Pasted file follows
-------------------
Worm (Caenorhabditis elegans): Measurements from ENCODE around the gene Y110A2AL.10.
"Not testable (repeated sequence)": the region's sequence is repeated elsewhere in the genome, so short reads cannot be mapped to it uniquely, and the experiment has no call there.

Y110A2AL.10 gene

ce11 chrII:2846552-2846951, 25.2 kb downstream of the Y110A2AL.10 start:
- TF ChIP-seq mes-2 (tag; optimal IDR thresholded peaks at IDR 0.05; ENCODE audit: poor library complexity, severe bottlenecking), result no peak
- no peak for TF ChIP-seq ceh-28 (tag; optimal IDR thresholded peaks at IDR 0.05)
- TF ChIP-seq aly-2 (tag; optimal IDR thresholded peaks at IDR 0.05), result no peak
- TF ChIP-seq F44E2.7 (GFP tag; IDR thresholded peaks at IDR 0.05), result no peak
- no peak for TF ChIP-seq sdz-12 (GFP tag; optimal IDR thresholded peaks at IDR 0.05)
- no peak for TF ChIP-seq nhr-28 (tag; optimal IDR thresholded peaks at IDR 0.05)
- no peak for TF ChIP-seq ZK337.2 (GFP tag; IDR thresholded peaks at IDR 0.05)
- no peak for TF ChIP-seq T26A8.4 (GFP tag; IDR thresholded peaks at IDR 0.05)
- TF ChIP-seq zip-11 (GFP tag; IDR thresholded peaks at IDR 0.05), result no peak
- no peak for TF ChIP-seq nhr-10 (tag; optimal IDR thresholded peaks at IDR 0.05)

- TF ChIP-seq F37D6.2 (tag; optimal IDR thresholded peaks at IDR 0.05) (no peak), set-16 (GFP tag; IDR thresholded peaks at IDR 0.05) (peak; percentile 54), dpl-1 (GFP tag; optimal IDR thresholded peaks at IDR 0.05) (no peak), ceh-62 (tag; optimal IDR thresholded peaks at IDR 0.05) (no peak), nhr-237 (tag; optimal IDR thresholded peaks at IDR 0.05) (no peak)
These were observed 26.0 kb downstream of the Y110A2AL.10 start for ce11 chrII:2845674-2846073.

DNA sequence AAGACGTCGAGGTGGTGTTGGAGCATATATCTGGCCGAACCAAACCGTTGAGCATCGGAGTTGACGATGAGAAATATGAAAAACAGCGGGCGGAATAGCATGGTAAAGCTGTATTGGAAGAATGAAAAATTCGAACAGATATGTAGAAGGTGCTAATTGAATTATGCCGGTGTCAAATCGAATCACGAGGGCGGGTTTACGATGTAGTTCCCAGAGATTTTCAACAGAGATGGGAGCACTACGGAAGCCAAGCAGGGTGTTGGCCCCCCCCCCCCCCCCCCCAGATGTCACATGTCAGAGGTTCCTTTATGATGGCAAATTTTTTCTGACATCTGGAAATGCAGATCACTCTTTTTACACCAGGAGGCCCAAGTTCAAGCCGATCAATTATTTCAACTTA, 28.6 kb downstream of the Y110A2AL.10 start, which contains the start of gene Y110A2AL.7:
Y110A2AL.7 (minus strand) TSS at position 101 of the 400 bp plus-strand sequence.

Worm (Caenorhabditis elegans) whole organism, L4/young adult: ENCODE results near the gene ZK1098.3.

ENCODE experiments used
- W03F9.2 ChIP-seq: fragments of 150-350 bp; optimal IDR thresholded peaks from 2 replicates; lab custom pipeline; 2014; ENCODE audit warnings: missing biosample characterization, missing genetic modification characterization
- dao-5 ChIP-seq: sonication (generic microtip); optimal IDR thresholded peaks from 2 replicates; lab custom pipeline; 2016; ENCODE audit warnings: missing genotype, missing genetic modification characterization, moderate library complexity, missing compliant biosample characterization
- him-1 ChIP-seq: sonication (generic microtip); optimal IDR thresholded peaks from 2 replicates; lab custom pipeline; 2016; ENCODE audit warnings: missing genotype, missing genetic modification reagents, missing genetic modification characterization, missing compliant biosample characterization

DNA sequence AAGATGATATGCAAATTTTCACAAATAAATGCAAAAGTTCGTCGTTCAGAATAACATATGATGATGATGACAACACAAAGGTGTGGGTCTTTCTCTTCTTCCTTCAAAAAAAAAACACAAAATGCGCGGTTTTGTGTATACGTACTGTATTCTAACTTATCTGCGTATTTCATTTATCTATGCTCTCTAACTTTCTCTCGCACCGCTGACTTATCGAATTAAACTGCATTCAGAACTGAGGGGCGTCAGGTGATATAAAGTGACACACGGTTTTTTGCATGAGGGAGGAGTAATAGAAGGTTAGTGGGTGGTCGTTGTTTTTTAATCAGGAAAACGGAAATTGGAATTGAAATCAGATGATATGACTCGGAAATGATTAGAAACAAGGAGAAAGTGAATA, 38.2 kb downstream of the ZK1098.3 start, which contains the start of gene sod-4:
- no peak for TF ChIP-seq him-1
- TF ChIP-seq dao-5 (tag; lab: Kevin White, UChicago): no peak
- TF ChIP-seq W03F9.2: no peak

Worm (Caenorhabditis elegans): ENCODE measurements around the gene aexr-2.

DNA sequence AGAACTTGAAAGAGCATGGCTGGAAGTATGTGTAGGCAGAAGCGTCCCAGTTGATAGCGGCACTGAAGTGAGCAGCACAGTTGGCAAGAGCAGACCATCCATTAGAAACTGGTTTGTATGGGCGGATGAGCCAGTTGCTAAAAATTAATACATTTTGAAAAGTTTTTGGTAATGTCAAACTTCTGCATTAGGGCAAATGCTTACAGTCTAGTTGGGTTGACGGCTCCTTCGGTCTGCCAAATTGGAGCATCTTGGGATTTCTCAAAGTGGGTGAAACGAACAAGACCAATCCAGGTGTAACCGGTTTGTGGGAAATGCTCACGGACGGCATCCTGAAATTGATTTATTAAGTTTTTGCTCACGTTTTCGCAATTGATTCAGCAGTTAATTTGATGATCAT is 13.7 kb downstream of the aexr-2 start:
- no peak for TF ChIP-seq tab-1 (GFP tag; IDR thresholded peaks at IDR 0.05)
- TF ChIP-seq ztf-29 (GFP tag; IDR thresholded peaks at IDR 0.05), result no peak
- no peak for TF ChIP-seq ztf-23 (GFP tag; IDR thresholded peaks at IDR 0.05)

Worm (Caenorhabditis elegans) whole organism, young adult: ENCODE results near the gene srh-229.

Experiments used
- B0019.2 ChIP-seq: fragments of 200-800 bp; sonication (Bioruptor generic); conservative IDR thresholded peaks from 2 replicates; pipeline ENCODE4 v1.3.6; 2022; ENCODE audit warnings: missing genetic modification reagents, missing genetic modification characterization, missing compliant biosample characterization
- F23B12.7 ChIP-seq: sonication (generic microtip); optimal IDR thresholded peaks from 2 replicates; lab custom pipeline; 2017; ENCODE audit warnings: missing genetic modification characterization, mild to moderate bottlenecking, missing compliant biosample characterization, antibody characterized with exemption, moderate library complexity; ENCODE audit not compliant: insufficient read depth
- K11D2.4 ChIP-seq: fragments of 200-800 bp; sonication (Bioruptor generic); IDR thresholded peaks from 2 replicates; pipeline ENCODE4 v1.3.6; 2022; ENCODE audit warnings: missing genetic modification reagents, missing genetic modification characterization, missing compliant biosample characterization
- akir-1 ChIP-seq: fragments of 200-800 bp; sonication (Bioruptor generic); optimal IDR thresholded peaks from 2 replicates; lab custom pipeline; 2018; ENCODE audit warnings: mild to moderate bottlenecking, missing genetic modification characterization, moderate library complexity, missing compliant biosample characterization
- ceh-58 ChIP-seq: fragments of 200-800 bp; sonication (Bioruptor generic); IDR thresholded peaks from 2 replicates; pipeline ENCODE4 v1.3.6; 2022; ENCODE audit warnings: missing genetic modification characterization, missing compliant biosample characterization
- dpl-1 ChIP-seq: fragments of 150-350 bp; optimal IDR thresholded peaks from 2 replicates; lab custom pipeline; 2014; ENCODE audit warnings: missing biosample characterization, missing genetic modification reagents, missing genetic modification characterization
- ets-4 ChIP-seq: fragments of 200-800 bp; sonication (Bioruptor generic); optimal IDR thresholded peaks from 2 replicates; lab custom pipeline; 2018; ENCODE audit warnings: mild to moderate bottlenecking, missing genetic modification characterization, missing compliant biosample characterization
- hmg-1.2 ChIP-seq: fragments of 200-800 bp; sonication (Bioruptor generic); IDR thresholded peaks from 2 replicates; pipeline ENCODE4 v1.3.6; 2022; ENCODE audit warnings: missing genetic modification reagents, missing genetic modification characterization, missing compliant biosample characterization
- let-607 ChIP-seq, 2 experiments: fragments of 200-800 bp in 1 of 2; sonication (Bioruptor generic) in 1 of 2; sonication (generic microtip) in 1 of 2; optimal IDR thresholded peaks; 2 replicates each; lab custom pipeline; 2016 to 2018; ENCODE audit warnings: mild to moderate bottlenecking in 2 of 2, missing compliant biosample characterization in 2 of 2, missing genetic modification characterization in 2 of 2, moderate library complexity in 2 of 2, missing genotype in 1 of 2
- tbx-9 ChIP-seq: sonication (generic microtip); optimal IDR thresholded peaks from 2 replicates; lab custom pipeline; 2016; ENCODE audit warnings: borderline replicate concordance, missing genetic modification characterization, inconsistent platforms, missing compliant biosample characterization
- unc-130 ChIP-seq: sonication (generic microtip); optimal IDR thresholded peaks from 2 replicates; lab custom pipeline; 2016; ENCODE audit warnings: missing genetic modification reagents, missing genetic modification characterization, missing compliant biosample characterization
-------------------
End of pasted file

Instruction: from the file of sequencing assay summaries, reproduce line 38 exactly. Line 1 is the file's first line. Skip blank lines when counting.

- akir-1 ChIP-seq: fragments of 200-800 bp; sonication (Bioruptor generic); optimal IDR thresholded peaks from 2 replicates; lab custom pipeline; 2018; ENCODE audit warnings: mild to moderate bottlenecking, missing genetic modification characterization, moderate library complexity, missing compliant biosample characterization